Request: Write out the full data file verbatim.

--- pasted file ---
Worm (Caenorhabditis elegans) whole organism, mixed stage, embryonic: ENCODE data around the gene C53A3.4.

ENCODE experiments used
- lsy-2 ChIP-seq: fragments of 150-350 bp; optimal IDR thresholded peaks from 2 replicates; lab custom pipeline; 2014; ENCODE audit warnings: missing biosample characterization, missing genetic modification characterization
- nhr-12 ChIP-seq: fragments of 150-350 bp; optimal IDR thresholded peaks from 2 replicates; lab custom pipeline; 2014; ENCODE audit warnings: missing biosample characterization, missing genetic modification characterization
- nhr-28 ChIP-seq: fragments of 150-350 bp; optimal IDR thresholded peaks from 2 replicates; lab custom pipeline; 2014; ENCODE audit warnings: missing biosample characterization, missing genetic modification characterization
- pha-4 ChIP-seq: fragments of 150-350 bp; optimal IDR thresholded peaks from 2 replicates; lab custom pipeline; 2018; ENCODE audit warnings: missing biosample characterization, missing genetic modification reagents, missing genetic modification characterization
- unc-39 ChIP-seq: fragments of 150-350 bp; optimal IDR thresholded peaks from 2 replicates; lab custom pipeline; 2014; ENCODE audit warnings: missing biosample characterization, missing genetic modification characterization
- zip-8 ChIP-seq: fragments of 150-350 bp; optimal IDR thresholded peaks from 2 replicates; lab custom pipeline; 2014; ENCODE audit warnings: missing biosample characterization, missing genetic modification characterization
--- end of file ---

Worm (Caenorhabditis elegans) whole organism, mixed stage, embryonic: ENCODE data around the gene C53A3.4.

ENCODE experiments used
- lsy-2 ChIP-seq: fragments of 150-350 bp; optimal IDR thresholded peaks from 2 replicates; lab custom pipeline; 2014; ENCODE audit warnings: missing biosample characterization, missing genetic modification characterization
- nhr-12 ChIP-seq: fragments of 150-350 bp; optimal IDR thresholded peaks from 2 replicates; lab custom pipeline; 2014; ENCODE audit warnings: missing biosample characterization, missing genetic modification characterization
- nhr-28 ChIP-seq: fragments of 150-350 bp; optimal IDR thresholded peaks from 2 replicates; lab custom pipeline; 2014; ENCODE audit warnings: missing biosample characterization, missing genetic modification characterization
- pha-4 ChIP-seq: fragments of 150-350 bp; optimal IDR thresholded peaks from 2 replicates; lab custom pipeline; 2018; ENCODE audit warnings: missing biosample characterization, missing genetic modification reagents, missing genetic modification characterization
- unc-39 ChIP-seq: fragments of 150-350 bp; optimal IDR thresholded peaks from 2 replicates; lab custom pipeline; 2014; ENCODE audit warnings: missing biosample characterization, missing genetic modification characterization
- zip-8 ChIP-seq: fragments of 150-350 bp; optimal IDR thresholded peaks from 2 replicates; lab custom pipeline; 2014; ENCODE audit warnings: missing biosample characterization, missing genetic modification characterization